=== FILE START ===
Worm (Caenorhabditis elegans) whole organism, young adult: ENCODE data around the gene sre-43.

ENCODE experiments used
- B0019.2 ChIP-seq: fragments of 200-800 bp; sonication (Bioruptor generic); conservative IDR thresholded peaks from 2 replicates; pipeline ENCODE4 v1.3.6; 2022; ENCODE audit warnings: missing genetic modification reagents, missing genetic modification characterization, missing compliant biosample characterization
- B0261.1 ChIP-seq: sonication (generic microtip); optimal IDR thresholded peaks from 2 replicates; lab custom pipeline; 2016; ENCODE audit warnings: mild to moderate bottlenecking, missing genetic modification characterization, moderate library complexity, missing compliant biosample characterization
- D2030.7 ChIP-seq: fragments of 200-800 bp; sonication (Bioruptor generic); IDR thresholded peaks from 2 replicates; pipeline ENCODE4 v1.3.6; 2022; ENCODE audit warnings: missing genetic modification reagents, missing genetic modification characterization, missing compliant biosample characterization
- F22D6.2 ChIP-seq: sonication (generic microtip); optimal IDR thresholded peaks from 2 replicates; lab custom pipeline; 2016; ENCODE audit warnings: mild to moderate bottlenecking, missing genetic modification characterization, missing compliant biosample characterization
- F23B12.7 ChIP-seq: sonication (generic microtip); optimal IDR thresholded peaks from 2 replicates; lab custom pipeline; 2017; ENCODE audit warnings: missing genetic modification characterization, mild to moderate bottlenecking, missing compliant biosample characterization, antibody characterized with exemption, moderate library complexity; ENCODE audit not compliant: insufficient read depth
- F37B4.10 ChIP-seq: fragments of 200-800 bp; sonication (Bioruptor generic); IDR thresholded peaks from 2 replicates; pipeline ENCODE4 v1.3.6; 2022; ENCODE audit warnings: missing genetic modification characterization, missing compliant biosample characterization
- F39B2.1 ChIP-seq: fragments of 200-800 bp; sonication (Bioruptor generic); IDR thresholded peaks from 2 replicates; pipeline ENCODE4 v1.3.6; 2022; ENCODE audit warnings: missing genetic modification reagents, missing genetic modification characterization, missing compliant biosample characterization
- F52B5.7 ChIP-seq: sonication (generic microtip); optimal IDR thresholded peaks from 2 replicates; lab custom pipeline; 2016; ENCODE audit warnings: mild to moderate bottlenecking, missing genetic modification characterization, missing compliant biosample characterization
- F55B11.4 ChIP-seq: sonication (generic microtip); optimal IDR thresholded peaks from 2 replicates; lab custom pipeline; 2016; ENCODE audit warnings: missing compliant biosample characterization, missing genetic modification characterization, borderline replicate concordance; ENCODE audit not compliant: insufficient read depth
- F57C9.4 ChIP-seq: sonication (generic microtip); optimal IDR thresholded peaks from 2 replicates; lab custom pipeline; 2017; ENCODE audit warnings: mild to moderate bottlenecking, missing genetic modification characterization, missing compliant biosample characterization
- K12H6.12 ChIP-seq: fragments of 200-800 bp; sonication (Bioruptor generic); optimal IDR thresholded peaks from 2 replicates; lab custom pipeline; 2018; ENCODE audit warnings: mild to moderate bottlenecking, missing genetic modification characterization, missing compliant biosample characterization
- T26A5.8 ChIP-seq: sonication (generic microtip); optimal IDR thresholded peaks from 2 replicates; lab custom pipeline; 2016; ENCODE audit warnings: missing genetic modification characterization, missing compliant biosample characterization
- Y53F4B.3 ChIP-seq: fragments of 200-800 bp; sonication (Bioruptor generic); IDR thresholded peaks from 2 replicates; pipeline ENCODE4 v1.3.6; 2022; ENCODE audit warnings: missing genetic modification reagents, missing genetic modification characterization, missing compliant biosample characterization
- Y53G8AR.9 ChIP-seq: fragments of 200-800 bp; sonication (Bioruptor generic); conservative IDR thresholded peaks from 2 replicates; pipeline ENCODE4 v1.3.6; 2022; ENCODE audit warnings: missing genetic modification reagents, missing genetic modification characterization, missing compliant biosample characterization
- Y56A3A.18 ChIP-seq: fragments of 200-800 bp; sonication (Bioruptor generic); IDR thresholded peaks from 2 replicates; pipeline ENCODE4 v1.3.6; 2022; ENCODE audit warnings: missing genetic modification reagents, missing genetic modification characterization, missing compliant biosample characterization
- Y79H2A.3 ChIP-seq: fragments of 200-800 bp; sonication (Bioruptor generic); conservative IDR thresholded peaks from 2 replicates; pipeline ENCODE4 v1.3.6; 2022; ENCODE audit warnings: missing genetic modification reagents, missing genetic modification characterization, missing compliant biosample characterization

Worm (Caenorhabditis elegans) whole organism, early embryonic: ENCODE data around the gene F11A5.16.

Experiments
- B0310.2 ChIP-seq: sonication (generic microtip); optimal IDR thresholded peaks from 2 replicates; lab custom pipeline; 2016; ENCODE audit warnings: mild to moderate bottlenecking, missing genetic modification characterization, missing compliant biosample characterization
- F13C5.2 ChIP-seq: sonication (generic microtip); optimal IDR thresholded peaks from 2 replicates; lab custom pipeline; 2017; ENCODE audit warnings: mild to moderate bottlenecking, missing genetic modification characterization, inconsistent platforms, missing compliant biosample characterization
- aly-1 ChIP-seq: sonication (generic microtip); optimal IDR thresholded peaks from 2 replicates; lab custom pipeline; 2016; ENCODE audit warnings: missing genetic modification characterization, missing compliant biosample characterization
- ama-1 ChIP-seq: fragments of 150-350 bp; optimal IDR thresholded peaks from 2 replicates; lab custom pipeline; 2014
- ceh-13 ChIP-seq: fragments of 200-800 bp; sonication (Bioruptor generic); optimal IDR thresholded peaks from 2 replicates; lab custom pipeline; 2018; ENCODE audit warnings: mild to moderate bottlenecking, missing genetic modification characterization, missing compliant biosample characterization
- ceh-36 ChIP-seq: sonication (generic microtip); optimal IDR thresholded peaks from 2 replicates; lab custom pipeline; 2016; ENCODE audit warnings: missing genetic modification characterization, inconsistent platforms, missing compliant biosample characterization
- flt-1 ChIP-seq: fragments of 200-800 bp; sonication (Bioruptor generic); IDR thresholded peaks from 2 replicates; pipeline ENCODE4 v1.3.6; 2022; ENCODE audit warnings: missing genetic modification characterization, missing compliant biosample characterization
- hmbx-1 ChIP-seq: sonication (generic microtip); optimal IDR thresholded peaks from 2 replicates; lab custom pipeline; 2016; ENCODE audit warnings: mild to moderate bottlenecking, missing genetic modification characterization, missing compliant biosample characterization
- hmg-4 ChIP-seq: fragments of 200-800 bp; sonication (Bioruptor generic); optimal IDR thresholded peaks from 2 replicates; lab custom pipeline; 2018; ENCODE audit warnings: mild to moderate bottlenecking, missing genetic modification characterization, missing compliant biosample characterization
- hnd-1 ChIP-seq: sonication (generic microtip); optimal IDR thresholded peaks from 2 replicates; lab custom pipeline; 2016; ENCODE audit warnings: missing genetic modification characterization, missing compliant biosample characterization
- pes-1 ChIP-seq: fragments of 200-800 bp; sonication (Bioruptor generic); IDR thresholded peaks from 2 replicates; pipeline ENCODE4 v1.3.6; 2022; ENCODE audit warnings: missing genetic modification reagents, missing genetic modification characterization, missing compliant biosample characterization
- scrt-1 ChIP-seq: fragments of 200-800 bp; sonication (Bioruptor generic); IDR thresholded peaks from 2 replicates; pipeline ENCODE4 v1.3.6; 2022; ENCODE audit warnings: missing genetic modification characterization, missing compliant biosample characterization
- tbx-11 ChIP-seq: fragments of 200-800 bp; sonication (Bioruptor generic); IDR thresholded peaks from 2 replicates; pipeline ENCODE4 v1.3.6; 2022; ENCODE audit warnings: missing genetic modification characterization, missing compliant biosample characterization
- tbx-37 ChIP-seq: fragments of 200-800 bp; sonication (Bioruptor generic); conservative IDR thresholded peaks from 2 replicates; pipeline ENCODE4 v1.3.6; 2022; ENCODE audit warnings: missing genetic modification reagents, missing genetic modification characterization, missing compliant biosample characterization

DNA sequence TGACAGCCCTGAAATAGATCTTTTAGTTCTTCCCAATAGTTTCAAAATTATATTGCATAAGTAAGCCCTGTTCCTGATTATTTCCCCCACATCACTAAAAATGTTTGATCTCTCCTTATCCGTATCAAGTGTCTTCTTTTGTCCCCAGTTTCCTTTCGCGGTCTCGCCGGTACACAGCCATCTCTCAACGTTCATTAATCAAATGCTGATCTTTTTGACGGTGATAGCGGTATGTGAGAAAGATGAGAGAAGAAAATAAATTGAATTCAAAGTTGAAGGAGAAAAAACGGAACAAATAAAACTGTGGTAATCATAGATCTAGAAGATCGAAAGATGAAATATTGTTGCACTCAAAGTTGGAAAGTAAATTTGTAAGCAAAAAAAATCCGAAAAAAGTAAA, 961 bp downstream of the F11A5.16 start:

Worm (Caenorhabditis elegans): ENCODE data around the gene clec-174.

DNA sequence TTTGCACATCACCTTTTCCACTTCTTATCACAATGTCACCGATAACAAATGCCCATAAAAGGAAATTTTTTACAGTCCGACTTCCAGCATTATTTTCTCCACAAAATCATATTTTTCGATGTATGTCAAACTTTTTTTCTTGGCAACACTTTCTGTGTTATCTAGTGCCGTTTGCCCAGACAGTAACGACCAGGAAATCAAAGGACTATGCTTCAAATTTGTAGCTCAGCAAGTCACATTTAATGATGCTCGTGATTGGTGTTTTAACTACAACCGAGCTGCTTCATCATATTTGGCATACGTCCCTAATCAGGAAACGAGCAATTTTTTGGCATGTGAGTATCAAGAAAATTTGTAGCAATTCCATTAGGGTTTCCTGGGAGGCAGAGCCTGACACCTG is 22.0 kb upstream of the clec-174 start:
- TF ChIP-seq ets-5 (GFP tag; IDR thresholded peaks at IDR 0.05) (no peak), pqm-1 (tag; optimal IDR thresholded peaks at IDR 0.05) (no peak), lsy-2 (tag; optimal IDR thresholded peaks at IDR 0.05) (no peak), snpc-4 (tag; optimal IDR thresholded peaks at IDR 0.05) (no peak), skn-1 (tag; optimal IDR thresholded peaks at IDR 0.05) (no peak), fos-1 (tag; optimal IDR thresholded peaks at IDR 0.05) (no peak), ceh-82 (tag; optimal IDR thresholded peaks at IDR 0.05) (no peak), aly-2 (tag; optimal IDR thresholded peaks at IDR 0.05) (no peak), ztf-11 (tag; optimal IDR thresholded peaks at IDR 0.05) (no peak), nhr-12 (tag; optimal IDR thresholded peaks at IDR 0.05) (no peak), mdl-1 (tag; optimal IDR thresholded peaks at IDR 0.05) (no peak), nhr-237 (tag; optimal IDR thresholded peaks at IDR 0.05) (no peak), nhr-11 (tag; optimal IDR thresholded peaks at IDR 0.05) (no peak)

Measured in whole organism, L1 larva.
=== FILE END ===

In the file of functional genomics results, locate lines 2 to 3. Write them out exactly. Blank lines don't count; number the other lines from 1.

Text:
ENCODE experiments used
- B0019.2 ChIP-seq: fragments of 200-800 bp; sonication (Bioruptor generic); conservative IDR thresholded peaks from 2 replicates; pipeline ENCODE4 v1.3.6; 2022; ENCODE audit warnings: missing genetic modification reagents, missing genetic modification characterization, missing compliant biosample characterization